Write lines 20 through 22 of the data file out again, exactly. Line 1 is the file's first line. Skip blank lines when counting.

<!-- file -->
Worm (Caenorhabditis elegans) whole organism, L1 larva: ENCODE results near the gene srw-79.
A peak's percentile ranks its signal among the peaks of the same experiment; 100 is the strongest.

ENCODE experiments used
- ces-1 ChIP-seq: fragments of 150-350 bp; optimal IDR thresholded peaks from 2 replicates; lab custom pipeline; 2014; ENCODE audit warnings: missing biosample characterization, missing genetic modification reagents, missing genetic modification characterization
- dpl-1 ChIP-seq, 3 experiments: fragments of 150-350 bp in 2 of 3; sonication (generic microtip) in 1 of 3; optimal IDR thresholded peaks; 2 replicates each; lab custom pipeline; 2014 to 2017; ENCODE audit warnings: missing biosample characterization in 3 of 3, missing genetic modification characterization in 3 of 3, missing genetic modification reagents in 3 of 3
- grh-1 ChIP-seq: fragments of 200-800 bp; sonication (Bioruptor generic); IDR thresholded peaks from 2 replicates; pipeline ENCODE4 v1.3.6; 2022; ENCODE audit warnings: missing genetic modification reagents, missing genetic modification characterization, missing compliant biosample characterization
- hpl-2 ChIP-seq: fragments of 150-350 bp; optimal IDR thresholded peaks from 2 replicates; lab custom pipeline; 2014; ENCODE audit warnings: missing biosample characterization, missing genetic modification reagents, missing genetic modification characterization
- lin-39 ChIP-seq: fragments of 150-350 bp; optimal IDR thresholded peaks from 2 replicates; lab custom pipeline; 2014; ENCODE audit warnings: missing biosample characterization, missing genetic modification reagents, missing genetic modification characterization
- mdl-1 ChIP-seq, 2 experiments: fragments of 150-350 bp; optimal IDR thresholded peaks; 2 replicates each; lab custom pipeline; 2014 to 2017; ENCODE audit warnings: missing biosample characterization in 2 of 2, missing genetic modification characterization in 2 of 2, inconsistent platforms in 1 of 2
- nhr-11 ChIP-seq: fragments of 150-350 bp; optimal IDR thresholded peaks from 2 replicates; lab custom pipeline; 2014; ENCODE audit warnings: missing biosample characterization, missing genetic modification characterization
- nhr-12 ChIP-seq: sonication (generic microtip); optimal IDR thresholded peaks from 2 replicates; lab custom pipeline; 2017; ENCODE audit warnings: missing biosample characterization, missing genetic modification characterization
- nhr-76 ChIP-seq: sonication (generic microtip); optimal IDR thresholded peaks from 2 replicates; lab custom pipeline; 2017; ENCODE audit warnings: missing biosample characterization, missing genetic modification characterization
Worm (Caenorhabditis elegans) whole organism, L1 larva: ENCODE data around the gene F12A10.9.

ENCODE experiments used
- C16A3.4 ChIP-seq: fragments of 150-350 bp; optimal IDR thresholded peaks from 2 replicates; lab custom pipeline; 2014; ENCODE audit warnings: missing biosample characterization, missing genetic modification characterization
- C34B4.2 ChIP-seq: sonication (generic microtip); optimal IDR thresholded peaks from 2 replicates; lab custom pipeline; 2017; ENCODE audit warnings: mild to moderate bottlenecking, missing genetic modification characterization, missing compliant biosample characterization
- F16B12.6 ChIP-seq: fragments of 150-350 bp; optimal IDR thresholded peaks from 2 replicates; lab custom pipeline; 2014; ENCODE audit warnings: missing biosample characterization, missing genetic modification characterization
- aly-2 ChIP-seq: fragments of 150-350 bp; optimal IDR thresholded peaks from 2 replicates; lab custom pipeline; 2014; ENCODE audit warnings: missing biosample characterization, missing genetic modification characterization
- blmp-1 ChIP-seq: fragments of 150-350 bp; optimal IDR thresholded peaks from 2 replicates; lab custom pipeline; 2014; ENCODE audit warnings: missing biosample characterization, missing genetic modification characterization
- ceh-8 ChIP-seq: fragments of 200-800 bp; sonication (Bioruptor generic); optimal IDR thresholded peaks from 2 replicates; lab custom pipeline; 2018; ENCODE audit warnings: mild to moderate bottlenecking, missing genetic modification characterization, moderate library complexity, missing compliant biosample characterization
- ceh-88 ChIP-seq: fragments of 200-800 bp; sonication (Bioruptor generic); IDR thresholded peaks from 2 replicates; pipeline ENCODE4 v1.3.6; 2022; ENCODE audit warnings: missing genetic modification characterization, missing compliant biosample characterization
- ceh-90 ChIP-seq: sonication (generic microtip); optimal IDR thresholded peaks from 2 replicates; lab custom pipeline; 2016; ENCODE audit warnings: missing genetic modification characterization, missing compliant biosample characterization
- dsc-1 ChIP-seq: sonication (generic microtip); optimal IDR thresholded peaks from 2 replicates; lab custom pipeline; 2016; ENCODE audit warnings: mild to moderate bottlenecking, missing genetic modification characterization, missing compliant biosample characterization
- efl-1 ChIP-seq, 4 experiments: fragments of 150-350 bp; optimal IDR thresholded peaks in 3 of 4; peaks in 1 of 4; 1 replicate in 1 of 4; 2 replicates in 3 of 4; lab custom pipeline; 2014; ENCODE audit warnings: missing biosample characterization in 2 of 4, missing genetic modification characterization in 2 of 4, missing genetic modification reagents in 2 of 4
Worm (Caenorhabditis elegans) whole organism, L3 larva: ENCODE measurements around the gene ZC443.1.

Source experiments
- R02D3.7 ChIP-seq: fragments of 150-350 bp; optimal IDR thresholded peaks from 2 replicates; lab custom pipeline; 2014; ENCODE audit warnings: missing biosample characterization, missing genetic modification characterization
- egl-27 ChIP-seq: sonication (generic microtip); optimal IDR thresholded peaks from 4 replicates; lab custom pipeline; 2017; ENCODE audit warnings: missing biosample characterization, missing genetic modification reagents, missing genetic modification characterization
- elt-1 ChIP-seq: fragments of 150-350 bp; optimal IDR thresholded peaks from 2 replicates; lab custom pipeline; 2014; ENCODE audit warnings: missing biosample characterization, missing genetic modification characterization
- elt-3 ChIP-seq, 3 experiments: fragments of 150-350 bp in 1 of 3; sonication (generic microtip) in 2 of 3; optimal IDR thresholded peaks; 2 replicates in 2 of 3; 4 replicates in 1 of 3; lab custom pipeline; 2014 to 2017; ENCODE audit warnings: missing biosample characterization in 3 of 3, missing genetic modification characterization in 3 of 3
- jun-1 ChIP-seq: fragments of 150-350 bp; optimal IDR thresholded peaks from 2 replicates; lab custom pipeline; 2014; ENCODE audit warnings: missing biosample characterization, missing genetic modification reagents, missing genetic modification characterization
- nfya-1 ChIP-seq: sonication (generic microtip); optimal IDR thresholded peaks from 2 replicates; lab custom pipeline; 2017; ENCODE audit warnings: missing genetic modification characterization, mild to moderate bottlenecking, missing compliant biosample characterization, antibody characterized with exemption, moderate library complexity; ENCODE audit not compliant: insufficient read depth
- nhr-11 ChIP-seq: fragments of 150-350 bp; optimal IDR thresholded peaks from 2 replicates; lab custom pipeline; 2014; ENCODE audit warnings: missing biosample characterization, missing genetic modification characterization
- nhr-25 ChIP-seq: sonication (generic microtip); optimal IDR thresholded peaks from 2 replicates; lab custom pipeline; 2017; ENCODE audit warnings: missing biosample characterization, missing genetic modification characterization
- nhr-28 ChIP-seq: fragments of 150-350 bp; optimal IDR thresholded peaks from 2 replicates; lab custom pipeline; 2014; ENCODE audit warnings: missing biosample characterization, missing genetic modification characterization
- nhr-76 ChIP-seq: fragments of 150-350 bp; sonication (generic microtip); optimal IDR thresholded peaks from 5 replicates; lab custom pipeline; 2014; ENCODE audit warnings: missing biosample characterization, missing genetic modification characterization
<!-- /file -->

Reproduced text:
- ceh-8 ChIP-seq: fragments of 200-800 bp; sonication (Bioruptor generic); optimal IDR thresholded peaks from 2 replicates; lab custom pipeline; 2018; ENCODE audit warnings: mild to moderate bottlenecking, missing genetic modification characterization, moderate library complexity, missing compliant biosample characterization
- ceh-88 ChIP-seq: fragments of 200-800 bp; sonication (Bioruptor generic); IDR thresholded peaks from 2 replicates; pipeline ENCODE4 v1.3.6; 2022; ENCODE audit warnings: missing genetic modification characterization, missing compliant biosample characterization
- ceh-90 ChIP-seq: sonication (generic microtip); optimal IDR thresholded peaks from 2 replicates; lab custom pipeline; 2016; ENCODE audit warnings: missing genetic modification characterization, missing compliant biosample characterization